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Its Dr. Alphabet at the Iowa Juvenile Home!

October 30, 2010
By John Speer, Editor
TOLEDO CHRONICLE - Poetry probably isn’t high on the minds of a lot of young people. But ‘Dr. Alphabet’ - Dave Morice - had a group of male students at the Iowa Juvenile Home in Toledo out of their seats from the opening of his presentation last Wednesday.

The “Dr.” has a widely known reputation for his work in poetry and literature going back to the 1970s.

Sponsored by the Iowa Arts Council as part of a series provided by the Iowa Juvenile Home Foundation, Dr. Alphabet caught students attention by enlisting them to help unroll his 100-foot long cartoon poetry work.

The students were also going to create their own works of poetry through the guidance of Dr. Alphabet.

Created in 1982, the 100-foot long scroll formed the basis for “Poetry City Marathon I” and its outgrowth underway now - “Poetry City II” Morice said.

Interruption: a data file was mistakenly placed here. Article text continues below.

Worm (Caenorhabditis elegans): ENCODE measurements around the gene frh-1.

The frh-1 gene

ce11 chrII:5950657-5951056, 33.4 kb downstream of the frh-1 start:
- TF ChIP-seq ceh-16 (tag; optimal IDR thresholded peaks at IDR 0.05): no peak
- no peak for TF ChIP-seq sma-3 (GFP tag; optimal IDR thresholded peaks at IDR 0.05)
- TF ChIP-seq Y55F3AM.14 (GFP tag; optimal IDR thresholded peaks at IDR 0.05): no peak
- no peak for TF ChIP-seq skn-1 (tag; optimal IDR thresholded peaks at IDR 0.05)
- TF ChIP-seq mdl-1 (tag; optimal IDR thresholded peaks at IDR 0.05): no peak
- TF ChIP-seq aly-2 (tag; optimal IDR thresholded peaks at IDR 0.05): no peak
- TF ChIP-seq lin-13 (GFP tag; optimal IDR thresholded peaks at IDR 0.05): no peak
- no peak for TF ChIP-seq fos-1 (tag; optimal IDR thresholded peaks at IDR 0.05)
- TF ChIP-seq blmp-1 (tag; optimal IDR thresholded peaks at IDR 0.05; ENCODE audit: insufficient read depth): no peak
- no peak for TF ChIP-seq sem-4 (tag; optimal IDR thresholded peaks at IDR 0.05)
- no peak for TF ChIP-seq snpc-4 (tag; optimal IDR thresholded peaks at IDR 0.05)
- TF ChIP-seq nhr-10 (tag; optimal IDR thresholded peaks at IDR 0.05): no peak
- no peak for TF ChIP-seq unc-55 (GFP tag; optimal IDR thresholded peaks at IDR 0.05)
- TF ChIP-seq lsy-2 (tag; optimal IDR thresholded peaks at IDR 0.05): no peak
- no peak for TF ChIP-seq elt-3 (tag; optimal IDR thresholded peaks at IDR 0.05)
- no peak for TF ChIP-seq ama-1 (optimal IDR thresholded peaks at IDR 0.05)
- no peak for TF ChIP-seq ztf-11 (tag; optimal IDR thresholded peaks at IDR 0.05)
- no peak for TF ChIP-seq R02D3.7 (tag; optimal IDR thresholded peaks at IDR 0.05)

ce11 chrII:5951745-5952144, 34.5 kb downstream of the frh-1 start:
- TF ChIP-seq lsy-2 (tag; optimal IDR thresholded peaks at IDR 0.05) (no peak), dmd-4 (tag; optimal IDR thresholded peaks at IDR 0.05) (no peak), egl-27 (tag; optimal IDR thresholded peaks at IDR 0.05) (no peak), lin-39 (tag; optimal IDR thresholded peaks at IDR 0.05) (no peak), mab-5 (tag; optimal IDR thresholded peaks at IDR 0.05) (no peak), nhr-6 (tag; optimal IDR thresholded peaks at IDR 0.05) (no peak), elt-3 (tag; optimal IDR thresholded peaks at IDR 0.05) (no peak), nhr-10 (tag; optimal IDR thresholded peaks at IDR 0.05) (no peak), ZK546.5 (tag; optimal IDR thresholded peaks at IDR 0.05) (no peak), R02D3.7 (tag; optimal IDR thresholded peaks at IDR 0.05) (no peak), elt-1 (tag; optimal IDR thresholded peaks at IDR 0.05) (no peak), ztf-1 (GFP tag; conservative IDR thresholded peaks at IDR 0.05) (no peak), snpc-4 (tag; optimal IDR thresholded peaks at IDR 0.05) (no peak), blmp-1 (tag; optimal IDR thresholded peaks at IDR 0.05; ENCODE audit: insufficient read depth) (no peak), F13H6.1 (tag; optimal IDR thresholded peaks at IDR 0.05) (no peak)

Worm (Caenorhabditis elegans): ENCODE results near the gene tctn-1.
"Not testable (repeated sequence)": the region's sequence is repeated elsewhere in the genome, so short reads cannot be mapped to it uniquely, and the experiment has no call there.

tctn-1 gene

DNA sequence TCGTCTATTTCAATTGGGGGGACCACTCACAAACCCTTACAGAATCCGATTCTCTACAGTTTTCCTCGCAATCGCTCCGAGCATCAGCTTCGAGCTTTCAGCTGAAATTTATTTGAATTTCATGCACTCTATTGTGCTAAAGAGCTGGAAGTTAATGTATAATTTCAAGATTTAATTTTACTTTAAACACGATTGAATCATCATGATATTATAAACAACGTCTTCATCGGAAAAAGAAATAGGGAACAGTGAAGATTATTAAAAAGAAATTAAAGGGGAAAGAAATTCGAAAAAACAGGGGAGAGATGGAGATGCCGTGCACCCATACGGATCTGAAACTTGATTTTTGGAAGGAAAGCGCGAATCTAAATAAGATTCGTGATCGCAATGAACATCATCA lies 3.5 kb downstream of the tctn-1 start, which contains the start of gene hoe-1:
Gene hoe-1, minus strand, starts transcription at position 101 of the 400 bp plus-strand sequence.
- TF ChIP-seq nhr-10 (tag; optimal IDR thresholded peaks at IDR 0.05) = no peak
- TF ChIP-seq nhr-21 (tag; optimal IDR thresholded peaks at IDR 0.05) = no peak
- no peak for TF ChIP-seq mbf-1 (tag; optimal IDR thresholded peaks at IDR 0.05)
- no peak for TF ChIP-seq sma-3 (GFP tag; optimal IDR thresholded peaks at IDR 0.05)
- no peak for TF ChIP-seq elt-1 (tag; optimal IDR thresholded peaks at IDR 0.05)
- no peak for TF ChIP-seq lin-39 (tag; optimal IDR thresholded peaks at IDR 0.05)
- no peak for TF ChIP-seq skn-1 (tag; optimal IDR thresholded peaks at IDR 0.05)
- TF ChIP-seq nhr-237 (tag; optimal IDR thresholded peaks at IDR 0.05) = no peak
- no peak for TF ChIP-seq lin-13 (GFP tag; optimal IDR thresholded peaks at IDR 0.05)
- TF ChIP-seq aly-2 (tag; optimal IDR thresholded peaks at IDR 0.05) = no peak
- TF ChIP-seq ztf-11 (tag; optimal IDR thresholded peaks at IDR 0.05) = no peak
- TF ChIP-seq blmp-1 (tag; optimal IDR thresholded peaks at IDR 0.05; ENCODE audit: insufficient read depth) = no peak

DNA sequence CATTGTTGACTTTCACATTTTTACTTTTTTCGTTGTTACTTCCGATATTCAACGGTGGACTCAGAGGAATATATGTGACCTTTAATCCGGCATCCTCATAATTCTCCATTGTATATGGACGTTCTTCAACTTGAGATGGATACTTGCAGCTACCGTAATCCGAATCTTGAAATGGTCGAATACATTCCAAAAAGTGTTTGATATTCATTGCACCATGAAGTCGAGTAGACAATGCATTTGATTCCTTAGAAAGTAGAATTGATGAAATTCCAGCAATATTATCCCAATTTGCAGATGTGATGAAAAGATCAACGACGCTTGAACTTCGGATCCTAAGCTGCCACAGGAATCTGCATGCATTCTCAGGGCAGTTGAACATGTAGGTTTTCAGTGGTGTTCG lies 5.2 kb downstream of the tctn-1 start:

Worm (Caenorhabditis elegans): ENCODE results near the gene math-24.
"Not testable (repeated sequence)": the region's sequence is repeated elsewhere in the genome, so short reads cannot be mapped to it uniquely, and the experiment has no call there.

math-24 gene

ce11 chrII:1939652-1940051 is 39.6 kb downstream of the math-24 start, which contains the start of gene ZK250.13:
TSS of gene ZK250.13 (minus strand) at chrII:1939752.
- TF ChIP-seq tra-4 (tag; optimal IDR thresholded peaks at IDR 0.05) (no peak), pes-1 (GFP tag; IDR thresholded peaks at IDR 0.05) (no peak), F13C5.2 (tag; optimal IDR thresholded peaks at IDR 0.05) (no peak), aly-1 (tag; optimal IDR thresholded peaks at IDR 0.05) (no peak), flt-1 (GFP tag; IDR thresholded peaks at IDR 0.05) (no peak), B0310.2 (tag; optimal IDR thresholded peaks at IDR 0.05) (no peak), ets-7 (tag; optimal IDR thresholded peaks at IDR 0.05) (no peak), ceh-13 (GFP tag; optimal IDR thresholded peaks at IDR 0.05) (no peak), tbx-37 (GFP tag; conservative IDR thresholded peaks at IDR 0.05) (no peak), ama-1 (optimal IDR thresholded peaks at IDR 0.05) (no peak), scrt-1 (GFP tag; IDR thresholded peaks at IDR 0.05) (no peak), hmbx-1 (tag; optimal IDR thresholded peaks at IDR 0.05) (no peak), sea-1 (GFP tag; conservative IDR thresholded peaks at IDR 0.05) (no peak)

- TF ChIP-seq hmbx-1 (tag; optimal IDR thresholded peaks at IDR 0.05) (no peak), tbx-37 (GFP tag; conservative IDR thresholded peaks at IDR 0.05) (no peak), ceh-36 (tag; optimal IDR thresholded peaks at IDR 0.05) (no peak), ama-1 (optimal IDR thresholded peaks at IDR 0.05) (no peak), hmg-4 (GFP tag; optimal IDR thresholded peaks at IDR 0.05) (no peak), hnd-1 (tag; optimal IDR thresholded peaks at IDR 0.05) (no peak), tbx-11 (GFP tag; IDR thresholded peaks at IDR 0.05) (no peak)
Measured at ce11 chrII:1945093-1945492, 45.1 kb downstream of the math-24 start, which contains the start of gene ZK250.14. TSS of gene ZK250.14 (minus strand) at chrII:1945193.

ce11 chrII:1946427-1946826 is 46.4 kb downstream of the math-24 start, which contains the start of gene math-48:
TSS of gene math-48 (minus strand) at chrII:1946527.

Beginning July 4, Morice has undertaken reading 100 volumes of poetry with the event to culminate on Halloween -Oct. 31. The readings take place at the Iowa City Public Library. He said he reads about two volumes of 100 pages each day. The event in observance of Iowa City being named a City of Literature the United Nations Educational, Scientific and Cultural Organization (UNESCO).

Morice has dedicated the undertaking to the memory of his sister, Michelle Sall, who died of brain cancer six months ago.

Currently, Dr. Alphabet is touring 45 Iowa schools.

He began his career in 1975 and during it taught Children’s Literature at the University of Iowa for seven years. He also has been involved with the Iowa Writers Workshop at the U of I.

One of his renown fetes was “Wrapping a city building in poetry in Iowa City which led to the marathon I’m doing now,” he said.

Dr. Alphabet is returning to present a second program at IJH this week.

Article Photos

“Dr. Alphabet” - Dave Morice - displays a portion of his 100-foot long cartoon which took him eight hours to create in 1982.
Chronicle photos/John Speer

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